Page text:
Katie and I discovered we had pirates and explorers in preschool fairly soon after the school year began. One preschooler wore her pirate gear (headscarf, vest, and eye patch) to school regularly and others spent every morning building ships to sail through the skies, the seas, and space.
Devoting a unit to the study of pirates seemed a natural fit for our varied interests. After all, there are so many facets we could explore: Ships! Treasure! Geography and Maps! Parrots! Trade routes and the state-sponsored disruption thereof!
We spent a great deal of time thinking about what would appeal to them, settling on a topic in which they had already shown interest, playground treasure maps. Mapping our campus and, in the process, learning about how they experience the topography and terrain of Free Union seemed a worthy goal.
We wanted to start small and then zoom out. First, we started making maps of our yards, pretending we had hidden treasure near our houses. Then, we mapped our bedrooms. I asked them to think about where their beds were, the door, their toys, other furniture.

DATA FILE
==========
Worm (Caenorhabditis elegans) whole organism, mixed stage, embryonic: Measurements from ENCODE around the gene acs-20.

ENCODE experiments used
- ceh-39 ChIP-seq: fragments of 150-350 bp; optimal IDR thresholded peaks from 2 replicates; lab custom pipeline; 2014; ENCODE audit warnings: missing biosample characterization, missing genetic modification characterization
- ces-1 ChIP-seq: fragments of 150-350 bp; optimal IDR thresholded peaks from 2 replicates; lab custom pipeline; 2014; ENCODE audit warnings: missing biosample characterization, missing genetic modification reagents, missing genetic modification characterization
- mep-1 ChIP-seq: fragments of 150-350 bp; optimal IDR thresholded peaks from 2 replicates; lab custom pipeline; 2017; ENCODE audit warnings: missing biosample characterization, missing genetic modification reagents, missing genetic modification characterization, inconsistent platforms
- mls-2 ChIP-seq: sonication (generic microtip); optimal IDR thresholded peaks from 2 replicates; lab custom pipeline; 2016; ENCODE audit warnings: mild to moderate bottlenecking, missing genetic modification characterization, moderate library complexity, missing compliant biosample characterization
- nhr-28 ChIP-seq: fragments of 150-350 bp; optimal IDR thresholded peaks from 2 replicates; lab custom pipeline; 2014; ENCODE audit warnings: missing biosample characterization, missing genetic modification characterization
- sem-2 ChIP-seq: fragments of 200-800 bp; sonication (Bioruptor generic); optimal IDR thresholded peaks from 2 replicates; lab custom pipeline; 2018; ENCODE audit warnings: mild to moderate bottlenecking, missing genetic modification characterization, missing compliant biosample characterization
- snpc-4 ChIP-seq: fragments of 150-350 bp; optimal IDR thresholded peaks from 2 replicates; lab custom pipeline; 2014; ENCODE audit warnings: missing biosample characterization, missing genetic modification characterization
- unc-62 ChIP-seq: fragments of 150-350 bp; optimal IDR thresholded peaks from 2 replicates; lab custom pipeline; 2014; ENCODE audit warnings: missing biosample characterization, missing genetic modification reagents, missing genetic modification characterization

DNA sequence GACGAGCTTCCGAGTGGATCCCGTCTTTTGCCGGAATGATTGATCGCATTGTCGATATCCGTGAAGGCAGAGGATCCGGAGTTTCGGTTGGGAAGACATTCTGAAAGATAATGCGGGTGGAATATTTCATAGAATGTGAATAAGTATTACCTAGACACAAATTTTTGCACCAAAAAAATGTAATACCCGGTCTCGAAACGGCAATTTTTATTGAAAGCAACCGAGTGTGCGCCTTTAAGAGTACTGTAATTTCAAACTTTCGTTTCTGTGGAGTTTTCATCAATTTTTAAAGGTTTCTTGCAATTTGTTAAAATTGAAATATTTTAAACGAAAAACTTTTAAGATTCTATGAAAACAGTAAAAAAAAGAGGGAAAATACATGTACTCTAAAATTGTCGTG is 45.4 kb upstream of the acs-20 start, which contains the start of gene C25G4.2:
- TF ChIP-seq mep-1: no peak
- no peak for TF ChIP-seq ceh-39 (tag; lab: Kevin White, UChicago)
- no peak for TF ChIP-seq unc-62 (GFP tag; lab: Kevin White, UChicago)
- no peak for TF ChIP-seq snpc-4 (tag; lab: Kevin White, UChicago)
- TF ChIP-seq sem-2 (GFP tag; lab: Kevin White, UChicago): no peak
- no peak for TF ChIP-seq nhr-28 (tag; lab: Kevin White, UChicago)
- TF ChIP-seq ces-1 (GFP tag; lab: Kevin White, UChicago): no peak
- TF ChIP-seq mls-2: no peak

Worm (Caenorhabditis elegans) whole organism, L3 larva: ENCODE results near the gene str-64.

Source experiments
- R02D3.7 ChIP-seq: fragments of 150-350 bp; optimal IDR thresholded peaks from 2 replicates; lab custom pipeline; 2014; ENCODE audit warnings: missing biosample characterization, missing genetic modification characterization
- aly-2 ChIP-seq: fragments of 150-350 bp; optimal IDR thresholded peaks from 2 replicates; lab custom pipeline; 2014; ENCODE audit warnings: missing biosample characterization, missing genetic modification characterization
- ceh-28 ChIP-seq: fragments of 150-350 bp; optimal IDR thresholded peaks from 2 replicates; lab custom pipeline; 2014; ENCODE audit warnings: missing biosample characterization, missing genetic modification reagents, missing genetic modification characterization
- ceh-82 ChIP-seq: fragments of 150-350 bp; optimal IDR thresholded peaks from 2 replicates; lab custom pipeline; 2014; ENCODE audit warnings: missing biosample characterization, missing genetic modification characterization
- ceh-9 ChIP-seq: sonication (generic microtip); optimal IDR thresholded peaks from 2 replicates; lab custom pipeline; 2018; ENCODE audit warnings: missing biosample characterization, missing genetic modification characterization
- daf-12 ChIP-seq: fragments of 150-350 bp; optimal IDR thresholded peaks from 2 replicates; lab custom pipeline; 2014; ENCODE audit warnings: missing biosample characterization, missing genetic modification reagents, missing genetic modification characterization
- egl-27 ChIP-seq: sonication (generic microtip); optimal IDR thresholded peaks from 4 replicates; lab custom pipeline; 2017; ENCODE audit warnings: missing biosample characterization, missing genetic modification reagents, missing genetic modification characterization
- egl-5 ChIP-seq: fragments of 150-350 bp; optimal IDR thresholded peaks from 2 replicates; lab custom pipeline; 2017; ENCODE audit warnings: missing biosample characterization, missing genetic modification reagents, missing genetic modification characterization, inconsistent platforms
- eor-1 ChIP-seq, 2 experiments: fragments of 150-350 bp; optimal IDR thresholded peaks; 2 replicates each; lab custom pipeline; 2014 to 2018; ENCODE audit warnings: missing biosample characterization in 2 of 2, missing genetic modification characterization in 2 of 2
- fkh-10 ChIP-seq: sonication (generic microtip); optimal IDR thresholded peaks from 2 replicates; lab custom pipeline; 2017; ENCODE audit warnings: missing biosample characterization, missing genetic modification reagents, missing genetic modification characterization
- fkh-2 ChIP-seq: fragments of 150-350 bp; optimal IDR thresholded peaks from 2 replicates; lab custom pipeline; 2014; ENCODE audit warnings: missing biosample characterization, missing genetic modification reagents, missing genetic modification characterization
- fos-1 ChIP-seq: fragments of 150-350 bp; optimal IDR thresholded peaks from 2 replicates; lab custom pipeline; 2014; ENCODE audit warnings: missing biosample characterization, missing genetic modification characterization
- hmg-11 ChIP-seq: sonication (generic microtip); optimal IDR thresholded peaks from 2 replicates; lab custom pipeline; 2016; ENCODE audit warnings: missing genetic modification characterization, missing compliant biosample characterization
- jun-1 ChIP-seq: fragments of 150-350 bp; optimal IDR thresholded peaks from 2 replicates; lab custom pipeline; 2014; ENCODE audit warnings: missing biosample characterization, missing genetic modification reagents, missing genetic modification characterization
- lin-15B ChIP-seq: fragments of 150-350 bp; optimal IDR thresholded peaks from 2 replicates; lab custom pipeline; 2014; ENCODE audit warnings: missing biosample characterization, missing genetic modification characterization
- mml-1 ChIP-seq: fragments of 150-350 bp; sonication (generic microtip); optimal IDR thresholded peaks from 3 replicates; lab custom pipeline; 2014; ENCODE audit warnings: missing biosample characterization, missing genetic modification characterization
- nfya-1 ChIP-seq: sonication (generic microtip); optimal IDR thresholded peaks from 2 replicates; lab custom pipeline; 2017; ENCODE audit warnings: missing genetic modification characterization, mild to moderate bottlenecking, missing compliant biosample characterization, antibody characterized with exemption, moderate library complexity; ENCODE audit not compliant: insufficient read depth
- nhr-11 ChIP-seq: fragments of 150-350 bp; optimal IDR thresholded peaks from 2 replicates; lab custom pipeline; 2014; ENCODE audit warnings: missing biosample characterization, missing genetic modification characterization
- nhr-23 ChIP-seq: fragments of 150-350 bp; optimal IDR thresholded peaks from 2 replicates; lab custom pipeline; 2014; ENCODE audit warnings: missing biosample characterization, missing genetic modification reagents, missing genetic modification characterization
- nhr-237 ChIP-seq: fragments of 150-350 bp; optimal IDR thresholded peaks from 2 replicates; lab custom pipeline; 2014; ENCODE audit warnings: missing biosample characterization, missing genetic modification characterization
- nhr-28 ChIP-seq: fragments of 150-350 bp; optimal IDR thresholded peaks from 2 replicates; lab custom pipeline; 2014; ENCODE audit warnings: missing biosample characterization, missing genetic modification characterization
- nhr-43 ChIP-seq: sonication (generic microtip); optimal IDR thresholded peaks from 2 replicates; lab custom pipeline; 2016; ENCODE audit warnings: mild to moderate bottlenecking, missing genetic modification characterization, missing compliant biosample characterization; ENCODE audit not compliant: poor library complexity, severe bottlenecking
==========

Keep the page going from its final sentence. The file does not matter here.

Next, we created a treasure hunt on our playground. Katie and I gave them each a gem and asked them to draw a map of our playground and mark where they hid the gem. They traded maps with a partner and set off to find the gems using the map and minimal (probably) help from their buddy.
For our final project, we asked them to think about the places they loved on campus. We took walks around school and pretended to be intrepid cartographers charting an unknown land. Lastly, they painted the places they love on campus and arranged them on paper to make a map. The final step was to present their work at morning meeting. After some initial reluctance, the preschoolers excitedly pointed out which parts of the map they had made. Our finished map of Free Union Country School is hanging in the preschool hallway above the water fountain. We invite everyone to come and see our pirates’ map of campus. The treasure, I think, can be found all over.